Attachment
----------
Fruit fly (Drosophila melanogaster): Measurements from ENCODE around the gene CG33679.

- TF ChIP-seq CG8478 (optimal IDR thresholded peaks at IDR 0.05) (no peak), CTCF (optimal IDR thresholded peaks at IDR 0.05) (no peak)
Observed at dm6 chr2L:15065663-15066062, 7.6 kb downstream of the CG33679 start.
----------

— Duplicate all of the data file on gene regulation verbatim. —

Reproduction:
Fruit fly (Drosophila melanogaster): Measurements from ENCODE around the gene CG33679.

- TF ChIP-seq CG8478 (optimal IDR thresholded peaks at IDR 0.05) (no peak), CTCF (optimal IDR thresholded peaks at IDR 0.05) (no peak)
Observed at dm6 chr2L:15065663-15066062, 7.6 kb downstream of the CG33679 start.